Source:  Yonhap, “Illegal Chinese fishing in S. Korean waters total 4,600 cases over past decade,” Global Post, October 7, 2013.

Around 27,800 jobs are lost in the European Union each year due to illegal fishing activities. The job losses is equal to 13 percent of all jobs in the fishing industry in the EU.

Up to $1.4 Billion (€1.1 Billion) worth of seafood that was illegaly caught is sold in the EU each year. The illegally caught fish makes up 16 percent of the regions total yearly catch.

Source:  Gwen Guilford, “Can the EU stop South Korea’s fishing vessels from cheating it out of wages and jobs?,” Quartz, July 16, 2013.

According to the African Union, countries in Africa has lost up to $200 Billion to illegal fishing activities over 5 decades, and up to $100 Billion to oil theft between 2003 to 2013.

The losses are due to increased pirate attacks in the region. The Nigerian Navy reported in 2013 that up to 10 to 15 pirate attacks are taking place each month in the Gulf of Guinea.

Source:  Augustine Ehikioya, “Nigeria, others lose $300bn to oil theft, illegal fishing,” Nation, June 24, 2013.

125 fishermen in Singapore was fined in 2012 for illegal fishing activities across the country.

91 people were fined for fishing in non-fishing designated areas, and 34 people were fined for using live bait. Fishing with live bait is not allowed in Singapore due to safety and environmental concerns.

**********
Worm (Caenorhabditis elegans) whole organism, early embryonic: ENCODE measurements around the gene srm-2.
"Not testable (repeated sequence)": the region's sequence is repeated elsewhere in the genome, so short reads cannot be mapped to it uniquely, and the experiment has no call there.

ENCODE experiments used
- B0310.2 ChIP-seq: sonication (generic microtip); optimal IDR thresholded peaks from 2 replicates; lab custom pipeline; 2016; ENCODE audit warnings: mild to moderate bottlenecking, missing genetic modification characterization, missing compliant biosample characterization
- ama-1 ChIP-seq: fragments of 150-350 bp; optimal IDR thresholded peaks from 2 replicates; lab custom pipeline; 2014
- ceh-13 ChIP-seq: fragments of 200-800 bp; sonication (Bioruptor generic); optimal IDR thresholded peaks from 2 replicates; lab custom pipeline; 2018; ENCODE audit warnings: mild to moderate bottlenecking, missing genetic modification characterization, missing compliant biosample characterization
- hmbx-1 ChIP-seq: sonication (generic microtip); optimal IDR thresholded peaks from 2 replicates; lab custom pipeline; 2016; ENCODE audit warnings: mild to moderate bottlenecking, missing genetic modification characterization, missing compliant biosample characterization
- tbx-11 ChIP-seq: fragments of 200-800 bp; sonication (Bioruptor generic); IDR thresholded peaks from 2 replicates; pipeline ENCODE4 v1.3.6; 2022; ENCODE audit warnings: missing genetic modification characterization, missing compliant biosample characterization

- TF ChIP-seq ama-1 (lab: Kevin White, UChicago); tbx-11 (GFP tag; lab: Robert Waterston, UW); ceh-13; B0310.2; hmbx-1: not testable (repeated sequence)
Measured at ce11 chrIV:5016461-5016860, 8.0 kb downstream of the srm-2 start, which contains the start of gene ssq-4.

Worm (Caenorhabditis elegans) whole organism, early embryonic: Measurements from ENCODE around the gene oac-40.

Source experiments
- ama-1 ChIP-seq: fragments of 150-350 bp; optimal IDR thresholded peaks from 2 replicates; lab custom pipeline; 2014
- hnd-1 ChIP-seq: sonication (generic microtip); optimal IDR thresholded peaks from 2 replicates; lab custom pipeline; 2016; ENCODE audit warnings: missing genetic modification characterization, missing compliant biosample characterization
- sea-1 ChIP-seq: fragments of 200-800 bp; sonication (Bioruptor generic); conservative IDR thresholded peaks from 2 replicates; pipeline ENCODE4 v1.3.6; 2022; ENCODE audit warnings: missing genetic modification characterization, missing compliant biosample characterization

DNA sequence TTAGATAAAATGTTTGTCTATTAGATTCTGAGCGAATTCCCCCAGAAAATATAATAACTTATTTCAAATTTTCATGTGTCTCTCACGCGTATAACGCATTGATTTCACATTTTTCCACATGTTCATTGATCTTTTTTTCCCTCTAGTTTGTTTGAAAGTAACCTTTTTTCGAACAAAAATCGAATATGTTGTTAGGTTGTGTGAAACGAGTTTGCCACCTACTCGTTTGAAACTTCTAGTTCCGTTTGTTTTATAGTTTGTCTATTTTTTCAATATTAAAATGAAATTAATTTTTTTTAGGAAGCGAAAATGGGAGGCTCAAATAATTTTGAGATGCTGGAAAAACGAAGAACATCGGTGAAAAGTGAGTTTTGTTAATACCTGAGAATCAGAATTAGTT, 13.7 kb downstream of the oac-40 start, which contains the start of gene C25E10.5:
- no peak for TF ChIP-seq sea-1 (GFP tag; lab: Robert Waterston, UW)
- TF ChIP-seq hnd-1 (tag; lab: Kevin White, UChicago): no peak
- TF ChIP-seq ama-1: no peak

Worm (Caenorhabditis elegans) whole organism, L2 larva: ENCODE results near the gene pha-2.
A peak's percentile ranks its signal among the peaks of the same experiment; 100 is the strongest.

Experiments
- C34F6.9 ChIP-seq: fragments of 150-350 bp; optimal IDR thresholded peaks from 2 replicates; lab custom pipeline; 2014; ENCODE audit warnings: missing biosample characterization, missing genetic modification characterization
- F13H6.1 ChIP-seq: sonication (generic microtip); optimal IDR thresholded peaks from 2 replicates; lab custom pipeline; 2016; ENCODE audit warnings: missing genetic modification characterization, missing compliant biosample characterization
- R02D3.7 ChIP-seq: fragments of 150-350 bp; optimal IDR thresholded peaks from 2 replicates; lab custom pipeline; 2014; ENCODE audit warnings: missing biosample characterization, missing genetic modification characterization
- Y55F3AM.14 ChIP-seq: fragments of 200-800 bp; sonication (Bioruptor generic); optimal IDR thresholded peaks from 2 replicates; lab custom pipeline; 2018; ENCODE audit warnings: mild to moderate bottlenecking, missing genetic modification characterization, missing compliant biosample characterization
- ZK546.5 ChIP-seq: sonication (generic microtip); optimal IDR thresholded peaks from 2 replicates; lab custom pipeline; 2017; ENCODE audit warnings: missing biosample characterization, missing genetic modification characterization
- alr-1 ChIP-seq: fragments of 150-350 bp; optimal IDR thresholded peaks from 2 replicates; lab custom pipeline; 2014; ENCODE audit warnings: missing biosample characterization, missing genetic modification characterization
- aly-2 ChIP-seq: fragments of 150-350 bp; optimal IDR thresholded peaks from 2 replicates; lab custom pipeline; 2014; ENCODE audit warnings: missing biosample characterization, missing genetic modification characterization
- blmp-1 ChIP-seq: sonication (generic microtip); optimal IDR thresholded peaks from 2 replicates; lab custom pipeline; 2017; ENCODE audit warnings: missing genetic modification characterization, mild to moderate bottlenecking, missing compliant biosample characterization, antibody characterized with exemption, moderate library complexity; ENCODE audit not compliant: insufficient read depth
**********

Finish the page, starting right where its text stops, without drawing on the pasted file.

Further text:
The National Water Agency stated that recreational fishing is rising in popularity in Singapore.

Source:  “125 fined for illegal fishing activities in 2012,” Channel NewsAsia, May 26, 2013.

Between 1998 to 2012, there were 72 suspected poaching and illegal fishing of endangered freshwater Pearl Mussel in the rivers of Scotland. 45 of the criminal poaching took place during the last four years.

The protected mussel was found in 155 Scottish rivers at the beginning of the 1900s. Due to illegal fishing, the mussel is currently found in one-thirds of the rivers.

Across Europe, around 90 percent of mussels have been killed in the 20th century.

The mussel can live for over 100 years and produce pearls that are used in luxury items.

Source:  Martin Williams,  “Rare pearl mussel at risk due to illegal poaching,” Herald Scotland, May 13, 2013.

According to a report by Oceana, the annual catch of Sockeye Salmon in Russia is estimated to be 60 to 90 percent higher than the reported levels due to illegal fishing activities. The illegal haul creates a loss of $40 Million to $74 Million.

Source:  Deborah Zabarenko, “Fish piracy costs $10 billion to $23 billion a year -report,” Reuters, May 8, 2013.

Due to illegal fishing activities, the number of sea cucumbers in the waters of Mexico have been decreasing. In 2009, up to 20 tons of sea cucumbers were available. By 2013, the number dropped to 1,900 tons.

Fisherman in Mexico ca earn over $700 a day from harvesting sea cucumbers. The marine animals are then sent to China, where it is considered a delicacy. A pound of sea cucumber can be sold for $300.

Source:  Karla Zabludovsky, “Quest for Illegal Gain at the Sea Bottom Divides Fishing Communities,” New York Times, March 19, 2013.